I have this group called Quality Novelty and it has really bizzaro novelty acts, like someone that juggles popcorn pieces in their mouth, someone that can spin 100 hula hoops and someone that can skate and crack a whip at the same time. I had it for years as a video thing but eventually was like you know what, I’m making this into a live show. But now that’s on hold, I’d quite like to do it virtually! 


Tie-Dye Bra is available for purchase through the Paradise webshop.

Any other projects in the works at the moment? 

I’ve always got my fingers in different pies. But my shop, Paradise, has recently gotten really busy, so I’ve been working on that a lot this year. Selling the skates, the outfits, the hats and socks that don’t give you blisters. 


Do you design it yourself?

Yeah because it’s essentially all the stuff that I love wearing. I always make life a little difficult for myself, because I’m sure we could sell a million t-shirts with some kind of caption and make a million dollars. Everything’s made locally in LA and it’s all 100% recycled fabrics. We’re not trying to keep up with the trends. That’s a real issue I have with activewear, like why is there a seam up the middle of the butt? Why do you look like you have a G string on? And nowadays, everything is designed to suck you in and it’s just not comfortable.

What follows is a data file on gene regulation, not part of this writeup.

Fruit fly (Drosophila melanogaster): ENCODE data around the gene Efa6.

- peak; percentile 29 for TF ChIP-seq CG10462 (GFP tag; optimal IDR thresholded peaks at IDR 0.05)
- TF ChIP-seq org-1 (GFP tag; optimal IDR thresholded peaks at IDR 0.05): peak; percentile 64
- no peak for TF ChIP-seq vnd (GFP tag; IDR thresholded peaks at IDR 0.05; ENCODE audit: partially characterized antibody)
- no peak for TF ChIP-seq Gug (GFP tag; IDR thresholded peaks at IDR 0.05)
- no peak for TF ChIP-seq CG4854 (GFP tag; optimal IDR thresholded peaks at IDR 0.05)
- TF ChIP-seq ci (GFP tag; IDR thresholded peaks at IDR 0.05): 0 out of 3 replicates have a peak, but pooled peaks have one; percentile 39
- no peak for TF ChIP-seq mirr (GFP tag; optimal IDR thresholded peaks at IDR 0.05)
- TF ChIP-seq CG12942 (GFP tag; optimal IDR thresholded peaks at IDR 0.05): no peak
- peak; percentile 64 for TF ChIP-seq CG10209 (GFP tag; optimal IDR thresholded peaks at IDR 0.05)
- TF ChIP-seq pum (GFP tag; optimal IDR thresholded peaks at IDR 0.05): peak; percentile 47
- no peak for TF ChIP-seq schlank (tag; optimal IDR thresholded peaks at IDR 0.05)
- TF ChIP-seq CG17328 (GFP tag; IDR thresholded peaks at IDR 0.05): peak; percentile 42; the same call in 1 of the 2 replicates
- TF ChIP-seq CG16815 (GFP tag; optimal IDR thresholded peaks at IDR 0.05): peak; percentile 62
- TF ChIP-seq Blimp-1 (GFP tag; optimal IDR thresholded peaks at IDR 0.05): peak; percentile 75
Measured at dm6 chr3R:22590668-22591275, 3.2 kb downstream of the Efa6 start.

I want cotton lycra, I want to breathe, because I’m sweaty because I’m running around skating, jumping upside down or whatever and I don’t want it to constrict me. I want it to cover me, but not turn me into some weird avatar body.


So there’s an ethos behind what you’re creating.

Totally. I think that’s why people appreciate it. I think a lot of skaters are not interested in having every guy at the skate park sneering at their weird separated butt cheeks.


Before you go, do you have any words of advice for a beginner skater?

Take a deep breath, relax, don’t rush. The two main things I would say is bend your knees, you’ve got to bend your knees at all times. As soon as you straighten your legs, all the weight goes to the back wheels, and that’s when you slip up. The second is, don’t do your laces up too tight, because then your toes will go numb. Oh! Also, watch all the tutorials. We have a whole series for beginners on the ‘Paradise’ IGTV. Just watch and learn.

You can stay up-to-date with Marawa’s projects through her personal Instagram and through Paradise’s website.